update deskAntisemitism

Anti-Semitism Awareness Act reintroduced by Senate reps

Sens. Tim Scott (R-S.C.) and Bob Casey (D-Pa.) reintroduced the Anti-Semitism Awareness Act, which would require the Department of Education to adopt the State Department’s definition of anti-Semitism in evaluating incidents on college campuses.

The U.S. Capitol building. Credit: Martin Falbisoner via Wikimedia Commons.
The U.S. Capitol building. Credit: Martin Falbisoner via Wikimedia Commons.

Sen. Tim Scott (R-S.C.) and Sen. Bob Casey (D-Pa.) reintroduced the Anti-Semitism Awareness Act this week, which would require the Department of Education to adopt the State Department’s definition of anti-Semitism in evaluating incidents on college campuses and at other educational institutions.

“Anti-Semitism, and harassment on the basis of actual or perceived shared ancestry or ethnic characteristics with a religious group, remains a persistent, disturbing problem in elementary and secondary schools and on college campuses,” the bill states. “Students from a range of diverse backgrounds, including Jewish, Arab Muslim, and Sikh students, are being threatened, harassed, or intimidated in their schools (including on their campuses) on the basis of their shared ancestry or ethnic characteristics including through harassing conduct that creates a hostile environment so severe, pervasive, or persistent so as to interfere with or limit some students’ ability to participate in or benefit from the services, activities, or opportunities offered by schools.”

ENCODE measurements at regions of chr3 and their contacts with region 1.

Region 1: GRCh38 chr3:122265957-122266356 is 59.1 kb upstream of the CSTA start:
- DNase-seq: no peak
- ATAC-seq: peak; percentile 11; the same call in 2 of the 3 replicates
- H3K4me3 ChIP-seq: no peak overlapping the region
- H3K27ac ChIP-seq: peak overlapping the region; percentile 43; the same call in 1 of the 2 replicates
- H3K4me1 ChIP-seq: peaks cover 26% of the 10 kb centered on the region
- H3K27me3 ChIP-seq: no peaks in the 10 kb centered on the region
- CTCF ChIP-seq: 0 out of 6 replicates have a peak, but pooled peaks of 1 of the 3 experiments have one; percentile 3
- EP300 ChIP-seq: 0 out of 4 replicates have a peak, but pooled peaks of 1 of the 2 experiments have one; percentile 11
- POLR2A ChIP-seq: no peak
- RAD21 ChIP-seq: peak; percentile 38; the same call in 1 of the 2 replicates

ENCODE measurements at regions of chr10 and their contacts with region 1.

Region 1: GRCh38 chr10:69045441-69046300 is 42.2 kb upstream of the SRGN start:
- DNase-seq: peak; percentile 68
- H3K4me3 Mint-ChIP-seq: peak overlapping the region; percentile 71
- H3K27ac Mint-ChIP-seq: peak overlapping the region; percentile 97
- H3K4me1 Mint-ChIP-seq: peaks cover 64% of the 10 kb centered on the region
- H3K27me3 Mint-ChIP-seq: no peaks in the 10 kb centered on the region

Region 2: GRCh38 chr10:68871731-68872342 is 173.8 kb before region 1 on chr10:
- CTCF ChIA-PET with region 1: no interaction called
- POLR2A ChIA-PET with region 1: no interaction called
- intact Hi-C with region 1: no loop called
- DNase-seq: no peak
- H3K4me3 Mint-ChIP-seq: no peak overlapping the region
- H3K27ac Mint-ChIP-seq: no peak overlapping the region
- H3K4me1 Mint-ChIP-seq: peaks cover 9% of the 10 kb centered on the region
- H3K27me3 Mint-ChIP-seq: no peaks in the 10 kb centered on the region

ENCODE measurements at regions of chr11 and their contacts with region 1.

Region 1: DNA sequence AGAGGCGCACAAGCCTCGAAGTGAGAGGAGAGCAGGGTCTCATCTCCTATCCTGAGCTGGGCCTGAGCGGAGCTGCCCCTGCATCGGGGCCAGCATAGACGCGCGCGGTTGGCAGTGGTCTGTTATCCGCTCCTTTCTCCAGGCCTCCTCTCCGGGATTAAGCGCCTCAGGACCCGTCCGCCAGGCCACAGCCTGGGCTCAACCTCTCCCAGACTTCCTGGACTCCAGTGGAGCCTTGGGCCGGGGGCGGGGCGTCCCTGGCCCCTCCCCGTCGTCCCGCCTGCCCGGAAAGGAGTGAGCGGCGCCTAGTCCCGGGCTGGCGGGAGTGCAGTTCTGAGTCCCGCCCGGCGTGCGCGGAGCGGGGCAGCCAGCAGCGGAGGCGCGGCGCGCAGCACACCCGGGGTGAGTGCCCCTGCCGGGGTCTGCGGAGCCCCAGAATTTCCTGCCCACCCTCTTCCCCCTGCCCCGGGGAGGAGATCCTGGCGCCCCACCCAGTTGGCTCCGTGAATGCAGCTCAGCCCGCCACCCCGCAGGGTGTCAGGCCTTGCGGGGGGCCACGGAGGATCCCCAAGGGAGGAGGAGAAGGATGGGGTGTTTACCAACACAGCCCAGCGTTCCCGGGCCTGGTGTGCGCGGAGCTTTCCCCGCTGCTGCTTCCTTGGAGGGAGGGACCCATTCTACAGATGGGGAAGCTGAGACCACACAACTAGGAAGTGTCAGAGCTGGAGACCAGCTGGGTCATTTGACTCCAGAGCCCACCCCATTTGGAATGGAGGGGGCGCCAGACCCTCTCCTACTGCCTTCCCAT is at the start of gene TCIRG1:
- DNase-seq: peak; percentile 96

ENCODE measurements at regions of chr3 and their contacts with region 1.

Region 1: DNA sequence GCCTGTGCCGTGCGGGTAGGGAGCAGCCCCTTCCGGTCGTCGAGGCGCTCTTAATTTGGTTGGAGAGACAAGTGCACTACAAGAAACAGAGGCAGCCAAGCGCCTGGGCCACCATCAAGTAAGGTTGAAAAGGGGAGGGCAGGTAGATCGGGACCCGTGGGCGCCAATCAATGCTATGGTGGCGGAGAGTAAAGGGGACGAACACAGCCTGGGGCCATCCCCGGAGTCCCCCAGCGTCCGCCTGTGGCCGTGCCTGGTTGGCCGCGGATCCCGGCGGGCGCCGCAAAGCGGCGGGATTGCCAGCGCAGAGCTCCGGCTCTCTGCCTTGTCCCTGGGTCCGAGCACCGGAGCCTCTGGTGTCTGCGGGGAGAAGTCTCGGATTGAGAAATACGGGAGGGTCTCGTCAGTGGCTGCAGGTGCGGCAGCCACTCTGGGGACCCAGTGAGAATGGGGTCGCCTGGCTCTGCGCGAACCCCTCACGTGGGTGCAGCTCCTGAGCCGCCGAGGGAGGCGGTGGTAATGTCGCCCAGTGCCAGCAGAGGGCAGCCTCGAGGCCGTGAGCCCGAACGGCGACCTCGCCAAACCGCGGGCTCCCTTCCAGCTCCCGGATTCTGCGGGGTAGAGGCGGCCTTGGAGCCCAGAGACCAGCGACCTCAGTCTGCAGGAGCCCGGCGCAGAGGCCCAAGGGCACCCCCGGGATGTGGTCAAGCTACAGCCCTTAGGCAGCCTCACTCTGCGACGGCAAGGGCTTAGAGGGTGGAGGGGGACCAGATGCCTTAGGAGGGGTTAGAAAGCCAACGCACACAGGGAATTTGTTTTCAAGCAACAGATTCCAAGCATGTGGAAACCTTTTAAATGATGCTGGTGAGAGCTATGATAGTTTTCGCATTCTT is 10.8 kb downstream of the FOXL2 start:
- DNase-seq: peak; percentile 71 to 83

Towards the end of last year, Scott sought to insert the measure as a rider into must-pass spending legislation. A 35-day government shutdown ensued, due to U.S. President Donald Trump not getting $5 billion for a wall along the U.S.-Mexico border.

The bill passed the Senate in 2016, but the House of Representatives did not take a vote due to time constraints.

“It is crucial to have clear and concise language defining anti-Semitism in the event that violence and hatred occurs. The unfortunate rise in these incidents across the country must be met with swift and unwavering condemnation,” said Scott in a statement. “We must stand together against racism and bigotry by ensuring that justice is served against those who seek to divide us.”

“The rise in incidents of religious discrimination and religiously motivated hate crimes around the world is completely unacceptable,” continued Casey. “We have to not only condemn it, but work to stop it. This legislation is aimed at a particularly troubling manifestation of the growing problem of discrimination against those of Jewish faith or Jewish ancestry.”

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